reports from Bridgetown, Barbados
In its moment of despair West Indies cricket has turned for salvation to the man who led it through the most glorious period of its history.
In the wholesale change of leadership that has included the resignations of the captain, Richie Richardson, and the board president, Peter Short, Clive Lloyd has been summoned and given the post of team coach instead of Andy Roberts.
Lloyd, now 52 will be at the side of the new captain, Courtney Walsh, charged with more than just offering technical advice on how to counter Shane Warne's flipper or restrict Sachin Tendulkar's scoring.
Lloyd's responsibility is nothing less than restoring the prestige of West Indies cricket that has taken such a battering on and off the field this past year.
The team has been riven with internal dissent and indiscipline that has effectively driven the two Benjamins, Winston and Kenny, out of Test cricket. There have even been splits within the administration itself.
The problems have given rise to a string of embarrassing defeats - to last-placed Sussex by an innings last summer, by an Australian Academy team of teenagers last November and, most shockingly, by the unheard of club cricketers of Kenya at the World Cup.
Among cricketing entities as politically diverse and as scattered overseas as those in the West Indies, unity is a vital but fragile asset. Lloyd spectacularly succeeded in maintaining it through his 10 years as captain, creating a record unmatched by anyone else - 36 wins and a mere 12 defeats in 76 Tests.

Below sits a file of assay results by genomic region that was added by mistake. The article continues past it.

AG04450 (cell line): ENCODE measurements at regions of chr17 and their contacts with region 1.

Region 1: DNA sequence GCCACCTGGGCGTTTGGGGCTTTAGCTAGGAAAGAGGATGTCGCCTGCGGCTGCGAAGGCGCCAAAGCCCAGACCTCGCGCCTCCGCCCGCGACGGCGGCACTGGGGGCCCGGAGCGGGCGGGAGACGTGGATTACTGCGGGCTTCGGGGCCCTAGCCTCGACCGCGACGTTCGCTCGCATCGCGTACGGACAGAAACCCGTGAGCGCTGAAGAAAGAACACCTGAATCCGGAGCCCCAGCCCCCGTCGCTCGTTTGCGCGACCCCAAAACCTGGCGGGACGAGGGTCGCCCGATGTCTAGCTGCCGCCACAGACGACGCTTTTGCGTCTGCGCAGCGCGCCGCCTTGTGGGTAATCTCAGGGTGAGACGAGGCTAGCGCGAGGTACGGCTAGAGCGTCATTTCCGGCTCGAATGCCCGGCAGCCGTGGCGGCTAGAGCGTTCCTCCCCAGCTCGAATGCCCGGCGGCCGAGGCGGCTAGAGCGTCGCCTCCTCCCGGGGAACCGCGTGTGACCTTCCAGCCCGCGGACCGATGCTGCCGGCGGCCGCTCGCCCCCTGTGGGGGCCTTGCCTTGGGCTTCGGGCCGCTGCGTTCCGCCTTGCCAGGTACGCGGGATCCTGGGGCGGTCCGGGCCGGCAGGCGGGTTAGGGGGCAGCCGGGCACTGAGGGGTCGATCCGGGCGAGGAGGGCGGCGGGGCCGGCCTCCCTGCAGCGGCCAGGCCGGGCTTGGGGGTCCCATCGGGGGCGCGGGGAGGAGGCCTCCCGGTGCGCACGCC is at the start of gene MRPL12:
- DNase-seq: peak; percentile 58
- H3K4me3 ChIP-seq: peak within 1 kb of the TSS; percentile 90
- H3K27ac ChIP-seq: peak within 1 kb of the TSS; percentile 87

There was a powerful lobby for Lloyd to be made manager immediately he played his last Test in 1985 but Viv Richards, his proud successor, refused to be nannied. It was four years before Lloyd came to the post, on tour of Australia in 1988-89 and in the Caribbean against England in 1990.
The West Indies kept on winning but, for reasons that are still unclear, Lloyd was replaced by Lance Gibbs. He moved back to England and and became deeply involved with his old county Lancashire and with the wider West Indian community. More recently he has been an International Cricket Council match referee, as he now is in the World Cup, and a virtual roving ambassador for the game.
He has only been occasionally spotted in the Caribbean and a barrier seemed to have been built between himself and the West Indies Cricket Board of Control for which there can be no other explanation than the insularity and xenophobia that still condition thinking in these tiny states.Reuse content